10 Big Marketing Fails from 2017 (And What Brands Can Learn from Each)
Failure is most certainly a possibility when it comes to marketing.
After all, it’s nearly impossible to avoid mistakes given limited resources, rapid changes, and constant demands.
Fortunately, most of the time marketers’ slip-ups are small and barely register with consumers.
Sometimes, though, a snafu is big. Really big. So big that it makes it into the national, or even international, conversation and hurts a brand’s standing in the marketplace.
This year there were a number of these epic marketing fails. Some occurred because of bad strategy, some because of bad execution, and some because of a combination of the two. All hold valuable lessons for brands.
So, what are some of the biggest marketing fails of 2017 that you can learn from? Here are ten that stand out.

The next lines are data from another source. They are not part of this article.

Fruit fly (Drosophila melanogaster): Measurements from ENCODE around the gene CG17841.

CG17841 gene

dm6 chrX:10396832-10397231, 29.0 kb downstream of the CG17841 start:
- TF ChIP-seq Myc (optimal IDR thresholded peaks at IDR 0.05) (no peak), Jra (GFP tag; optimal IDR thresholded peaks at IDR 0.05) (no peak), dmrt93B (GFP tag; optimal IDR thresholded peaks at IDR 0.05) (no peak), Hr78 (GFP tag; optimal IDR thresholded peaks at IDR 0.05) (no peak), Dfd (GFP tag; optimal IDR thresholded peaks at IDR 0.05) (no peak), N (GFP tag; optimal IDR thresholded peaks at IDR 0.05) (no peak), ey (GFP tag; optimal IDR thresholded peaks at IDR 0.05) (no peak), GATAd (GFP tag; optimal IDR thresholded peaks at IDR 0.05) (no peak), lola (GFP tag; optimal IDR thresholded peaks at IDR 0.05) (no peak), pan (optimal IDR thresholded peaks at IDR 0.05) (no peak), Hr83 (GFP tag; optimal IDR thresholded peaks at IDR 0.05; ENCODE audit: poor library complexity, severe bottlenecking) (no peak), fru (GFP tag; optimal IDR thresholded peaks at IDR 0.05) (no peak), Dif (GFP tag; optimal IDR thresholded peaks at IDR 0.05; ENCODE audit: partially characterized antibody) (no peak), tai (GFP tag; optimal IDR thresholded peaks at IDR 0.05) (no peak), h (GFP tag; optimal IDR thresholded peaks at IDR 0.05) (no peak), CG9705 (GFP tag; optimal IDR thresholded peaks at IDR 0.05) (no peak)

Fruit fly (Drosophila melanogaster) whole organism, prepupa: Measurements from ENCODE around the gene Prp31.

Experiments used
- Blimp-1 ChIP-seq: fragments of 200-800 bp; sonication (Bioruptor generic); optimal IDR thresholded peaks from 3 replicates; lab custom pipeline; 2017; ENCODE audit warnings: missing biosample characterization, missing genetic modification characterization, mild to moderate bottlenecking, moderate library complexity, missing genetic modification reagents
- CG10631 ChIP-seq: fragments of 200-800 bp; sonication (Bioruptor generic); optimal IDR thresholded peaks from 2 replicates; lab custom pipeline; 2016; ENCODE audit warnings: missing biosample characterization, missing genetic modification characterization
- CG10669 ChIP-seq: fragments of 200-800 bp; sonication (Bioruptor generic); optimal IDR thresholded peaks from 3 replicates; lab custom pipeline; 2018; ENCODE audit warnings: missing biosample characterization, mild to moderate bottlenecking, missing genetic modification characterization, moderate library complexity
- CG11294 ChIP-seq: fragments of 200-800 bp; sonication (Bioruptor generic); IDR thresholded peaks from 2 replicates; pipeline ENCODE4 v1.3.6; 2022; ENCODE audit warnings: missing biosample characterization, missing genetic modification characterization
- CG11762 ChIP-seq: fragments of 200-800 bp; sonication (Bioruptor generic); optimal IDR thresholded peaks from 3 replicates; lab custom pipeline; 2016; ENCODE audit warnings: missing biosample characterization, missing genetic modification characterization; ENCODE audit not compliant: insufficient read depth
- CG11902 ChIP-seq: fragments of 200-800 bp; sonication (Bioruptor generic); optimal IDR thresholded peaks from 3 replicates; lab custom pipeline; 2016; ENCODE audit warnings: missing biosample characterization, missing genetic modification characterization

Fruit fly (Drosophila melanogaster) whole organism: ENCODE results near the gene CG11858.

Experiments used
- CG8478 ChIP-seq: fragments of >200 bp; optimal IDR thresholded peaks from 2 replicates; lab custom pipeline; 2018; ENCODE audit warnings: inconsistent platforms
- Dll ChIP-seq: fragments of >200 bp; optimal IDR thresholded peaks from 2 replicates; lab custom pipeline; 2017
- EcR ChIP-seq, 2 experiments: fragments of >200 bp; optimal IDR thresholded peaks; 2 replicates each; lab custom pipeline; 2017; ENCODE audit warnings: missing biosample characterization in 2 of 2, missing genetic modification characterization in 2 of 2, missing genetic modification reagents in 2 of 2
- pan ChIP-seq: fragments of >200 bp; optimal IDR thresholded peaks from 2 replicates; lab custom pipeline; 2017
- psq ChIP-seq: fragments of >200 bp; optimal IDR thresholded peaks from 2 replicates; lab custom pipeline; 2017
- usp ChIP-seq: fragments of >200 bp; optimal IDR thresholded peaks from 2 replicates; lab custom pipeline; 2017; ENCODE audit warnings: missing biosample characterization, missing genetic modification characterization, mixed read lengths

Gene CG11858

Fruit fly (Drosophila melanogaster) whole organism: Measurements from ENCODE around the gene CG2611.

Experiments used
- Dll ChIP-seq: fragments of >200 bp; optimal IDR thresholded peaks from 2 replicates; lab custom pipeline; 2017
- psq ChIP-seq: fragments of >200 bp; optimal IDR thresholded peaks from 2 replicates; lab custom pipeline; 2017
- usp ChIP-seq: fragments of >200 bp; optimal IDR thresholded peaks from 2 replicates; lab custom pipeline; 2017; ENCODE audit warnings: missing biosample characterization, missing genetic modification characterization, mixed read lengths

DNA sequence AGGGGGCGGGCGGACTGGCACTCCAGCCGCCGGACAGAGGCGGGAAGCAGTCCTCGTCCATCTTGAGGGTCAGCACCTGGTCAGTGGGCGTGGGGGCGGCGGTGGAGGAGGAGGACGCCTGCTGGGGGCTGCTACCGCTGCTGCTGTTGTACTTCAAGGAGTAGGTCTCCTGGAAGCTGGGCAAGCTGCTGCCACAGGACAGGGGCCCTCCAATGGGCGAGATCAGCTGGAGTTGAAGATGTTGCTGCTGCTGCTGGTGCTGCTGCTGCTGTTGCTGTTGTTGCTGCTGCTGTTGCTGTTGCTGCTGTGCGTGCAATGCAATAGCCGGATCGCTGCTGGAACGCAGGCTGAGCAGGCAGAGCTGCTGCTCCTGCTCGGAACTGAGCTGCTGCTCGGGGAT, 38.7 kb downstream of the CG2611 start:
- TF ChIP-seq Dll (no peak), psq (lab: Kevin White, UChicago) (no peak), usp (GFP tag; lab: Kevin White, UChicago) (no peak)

1. Airbnb: Floating World Email
What: On August 28, 2017, Airbnb sent out an email featuring floating homes and “aquatic adventure” trips. The problem? Hurricane Harvey was pounding Texas on the day the message was delivered.
Lesson for Marketers: Timing is everything. A campaign that’s innocuous when planned might not be so on the day it’s launched. Always be aware of what’s going on in the news and how it impacts what you have scheduled.
2. McDonald’s: Szechuan Sauce Promotion
What: McDonald’s brought back its Szechuan sauce—which appeared on U.S. menus briefly in the 1990s—for one day to appeal to Rick and Morty fans. Unfortunately, demand tremendously outstripped supply and many consumers were left angry and frustrated.
Waited over 4 hours . no sauce. No poster. I git a sticker and it didn’t even have the sauce on it.. it said mustard… pic.twitter.com/j3R1dKWKvU
— Jonathan Bullrock (@JonathanBull0) October 8, 2017
Lesson for Marketers: Be prepared for success. On the off chance that your viral stunt actually goes viral, make sure that you can handle a surge in interest. This applies to everything, from product supply to staffing and Internet bandwidth.